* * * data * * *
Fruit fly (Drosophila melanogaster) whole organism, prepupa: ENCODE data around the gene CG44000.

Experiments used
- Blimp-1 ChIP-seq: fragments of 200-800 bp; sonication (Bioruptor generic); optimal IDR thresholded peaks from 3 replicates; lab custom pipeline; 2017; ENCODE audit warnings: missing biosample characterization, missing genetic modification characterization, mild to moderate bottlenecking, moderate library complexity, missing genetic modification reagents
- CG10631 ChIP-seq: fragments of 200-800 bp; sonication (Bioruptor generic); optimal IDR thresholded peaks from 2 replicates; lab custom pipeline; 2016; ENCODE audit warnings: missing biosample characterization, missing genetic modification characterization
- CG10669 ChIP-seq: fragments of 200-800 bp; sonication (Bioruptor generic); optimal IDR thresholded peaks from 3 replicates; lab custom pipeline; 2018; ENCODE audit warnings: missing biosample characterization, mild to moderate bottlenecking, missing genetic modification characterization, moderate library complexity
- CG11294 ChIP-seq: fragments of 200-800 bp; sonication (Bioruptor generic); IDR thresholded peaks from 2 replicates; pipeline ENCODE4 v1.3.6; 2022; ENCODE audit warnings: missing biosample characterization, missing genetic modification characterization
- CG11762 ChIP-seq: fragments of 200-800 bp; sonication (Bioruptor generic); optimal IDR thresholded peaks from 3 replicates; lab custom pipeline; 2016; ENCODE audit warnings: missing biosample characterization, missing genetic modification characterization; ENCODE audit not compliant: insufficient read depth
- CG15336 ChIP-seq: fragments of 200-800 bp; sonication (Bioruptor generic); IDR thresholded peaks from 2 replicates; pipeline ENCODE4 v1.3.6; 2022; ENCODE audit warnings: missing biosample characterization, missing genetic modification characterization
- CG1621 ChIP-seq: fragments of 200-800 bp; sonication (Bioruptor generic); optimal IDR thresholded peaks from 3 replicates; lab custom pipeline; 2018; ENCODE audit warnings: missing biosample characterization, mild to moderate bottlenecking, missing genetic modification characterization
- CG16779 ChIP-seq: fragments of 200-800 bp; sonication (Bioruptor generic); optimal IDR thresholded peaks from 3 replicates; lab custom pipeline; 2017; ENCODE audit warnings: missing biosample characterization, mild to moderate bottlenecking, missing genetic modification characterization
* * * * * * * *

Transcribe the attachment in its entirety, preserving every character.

Fruit fly (Drosophila melanogaster) whole organism, prepupa: ENCODE data around the gene CG44000.

Experiments used
- Blimp-1 ChIP-seq: fragments of 200-800 bp; sonication (Bioruptor generic); optimal IDR thresholded peaks from 3 replicates; lab custom pipeline; 2017; ENCODE audit warnings: missing biosample characterization, missing genetic modification characterization, mild to moderate bottlenecking, moderate library complexity, missing genetic modification reagents
- CG10631 ChIP-seq: fragments of 200-800 bp; sonication (Bioruptor generic); optimal IDR thresholded peaks from 2 replicates; lab custom pipeline; 2016; ENCODE audit warnings: missing biosample characterization, missing genetic modification characterization
- CG10669 ChIP-seq: fragments of 200-800 bp; sonication (Bioruptor generic); optimal IDR thresholded peaks from 3 replicates; lab custom pipeline; 2018; ENCODE audit warnings: missing biosample characterization, mild to moderate bottlenecking, missing genetic modification characterization, moderate library complexity
- CG11294 ChIP-seq: fragments of 200-800 bp; sonication (Bioruptor generic); IDR thresholded peaks from 2 replicates; pipeline ENCODE4 v1.3.6; 2022; ENCODE audit warnings: missing biosample characterization, missing genetic modification characterization
- CG11762 ChIP-seq: fragments of 200-800 bp; sonication (Bioruptor generic); optimal IDR thresholded peaks from 3 replicates; lab custom pipeline; 2016; ENCODE audit warnings: missing biosample characterization, missing genetic modification characterization; ENCODE audit not compliant: insufficient read depth
- CG15336 ChIP-seq: fragments of 200-800 bp; sonication (Bioruptor generic); IDR thresholded peaks from 2 replicates; pipeline ENCODE4 v1.3.6; 2022; ENCODE audit warnings: missing biosample characterization, missing genetic modification characterization
- CG1621 ChIP-seq: fragments of 200-800 bp; sonication (Bioruptor generic); optimal IDR thresholded peaks from 3 replicates; lab custom pipeline; 2018; ENCODE audit warnings: missing biosample characterization, mild to moderate bottlenecking, missing genetic modification characterization
- CG16779 ChIP-seq: fragments of 200-800 bp; sonication (Bioruptor generic); optimal IDR thresholded peaks from 3 replicates; lab custom pipeline; 2017; ENCODE audit warnings: missing biosample characterization, mild to moderate bottlenecking, missing genetic modification characterization